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Inside Job

What the Agent-Actor Relationship SHOULD Look Like

What the Agent-Actor Relationship SHOULD Look Like
Photo Source: Steve Riley

Native Texan John Kolinofsky began his career in L.A.-area talent representation in 2004. Returning to Dallas in 2010, he started his own agency, Callidus Agency, where he works in fields from film and television to commercials to runway and voiceover. He shares his advice for getting agency representation and how working in Texas differs from the coasts.

What does the ideal relationship between an actor and a talent agent look like?
The best relationship between an actor and talent agent is one in which both parties trust each other, know how to communicate well, and understand that it’s a partnership—a team effort. It works best when both parties really respect each other and have realistic expectations.

How do you go about looking for new talent to sign? What should a prospective client know about your process?
As you grow as an actor and find yourself working more frequently, we will find you. [Otherwise], when submitting to an agency, we want to see a headshot and résumé—a demo reel would be even better. Once we [see that], we will work to recruit you with the intent to sign and hopefully help you reach the next level in your career. Don’t be one of the hundreds of submissions in our folders sitting there, waiting for a callback!

READ: 6 Ways to Find the Best Agent for You

How do you handle having offices in Austin and Dallas?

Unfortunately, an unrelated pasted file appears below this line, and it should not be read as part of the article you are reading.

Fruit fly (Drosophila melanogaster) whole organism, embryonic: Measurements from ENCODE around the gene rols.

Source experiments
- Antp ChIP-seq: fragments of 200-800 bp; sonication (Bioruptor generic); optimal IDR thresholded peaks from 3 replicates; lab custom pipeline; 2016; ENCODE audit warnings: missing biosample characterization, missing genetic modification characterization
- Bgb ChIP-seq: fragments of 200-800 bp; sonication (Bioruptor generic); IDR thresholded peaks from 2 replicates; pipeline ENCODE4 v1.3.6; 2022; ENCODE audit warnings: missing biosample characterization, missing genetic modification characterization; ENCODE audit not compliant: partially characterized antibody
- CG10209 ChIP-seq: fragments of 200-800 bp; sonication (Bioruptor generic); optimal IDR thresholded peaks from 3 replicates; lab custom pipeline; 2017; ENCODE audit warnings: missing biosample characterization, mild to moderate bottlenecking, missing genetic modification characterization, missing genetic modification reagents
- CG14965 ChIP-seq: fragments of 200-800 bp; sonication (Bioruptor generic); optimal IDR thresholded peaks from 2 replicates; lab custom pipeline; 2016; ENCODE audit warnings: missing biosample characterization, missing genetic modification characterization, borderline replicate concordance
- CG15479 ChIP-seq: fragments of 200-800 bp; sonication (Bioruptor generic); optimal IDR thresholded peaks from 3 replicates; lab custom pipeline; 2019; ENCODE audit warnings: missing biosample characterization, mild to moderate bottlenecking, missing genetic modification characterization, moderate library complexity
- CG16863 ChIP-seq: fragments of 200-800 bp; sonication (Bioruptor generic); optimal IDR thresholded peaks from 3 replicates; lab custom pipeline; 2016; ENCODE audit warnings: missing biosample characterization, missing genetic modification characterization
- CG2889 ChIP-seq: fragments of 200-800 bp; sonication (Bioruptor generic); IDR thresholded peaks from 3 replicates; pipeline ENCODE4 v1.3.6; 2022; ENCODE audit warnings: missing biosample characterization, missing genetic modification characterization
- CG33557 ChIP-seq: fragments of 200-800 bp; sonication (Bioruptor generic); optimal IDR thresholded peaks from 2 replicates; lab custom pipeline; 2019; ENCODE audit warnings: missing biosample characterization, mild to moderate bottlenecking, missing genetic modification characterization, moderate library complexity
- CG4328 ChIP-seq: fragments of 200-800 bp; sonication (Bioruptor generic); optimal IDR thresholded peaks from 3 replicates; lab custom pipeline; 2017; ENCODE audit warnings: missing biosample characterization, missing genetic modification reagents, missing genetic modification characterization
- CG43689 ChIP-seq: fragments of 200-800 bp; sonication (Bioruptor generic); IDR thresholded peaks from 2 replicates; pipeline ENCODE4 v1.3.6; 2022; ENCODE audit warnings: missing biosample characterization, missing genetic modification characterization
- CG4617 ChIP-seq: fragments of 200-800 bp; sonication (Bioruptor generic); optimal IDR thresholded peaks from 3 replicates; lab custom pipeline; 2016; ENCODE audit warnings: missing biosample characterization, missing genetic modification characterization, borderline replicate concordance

I work full-time out of our Dallas office, but tend to go down to Austin about once a week to take meetings with actors based there. With so much work coming out of Austin these days, it’s nice to have local talent there who can audition on those projects. And we continue to send talent from Dallas to Austin; many of our Austin [clients] are able to come up to Dallas to audition, as well.

What differences do you see in the industry in Dallas and Austin versus Los Angeles?
Obviously, the volume of work is different here, but there are also fewer actors based here, so it kind of evens itself out. The work is not concentrated in any one city, so the actors here really get out there and drive from city to city to audition. The actors here are generally [earlier] in their careers, which has been very rewarding, as I have had the opportunity to take on more of a developmental role working with them. Another difference is that many of the casting directors here do all kinds of projects, whereas I was used to working with casting directors who might cover certain areas exclusively [for instance, commercials or voiceover]. But I see that as an advantage in this market, in that it can be easier sometimes to get in front of a casting director on a commercial to show your professionalism and talent; it goes a long way in building that relationship with casting and only helps open doors to bigger projects.

What advice would you give to an actor looking to make the move from Dallas out to Los Angeles?
Take a few months to get settled, and then when you feel that you are ready to seek representation, start by looking for a strong commercial agent. Spend some time really developing that relationship. Don’t be in too big of a rush to try and take over the world. Just take your time and, as you look to build your team around you, take advantage of the resources available to you in Los Angeles. Realize that success is most likely not going to come overnight, so take your time and enjoy the journey.

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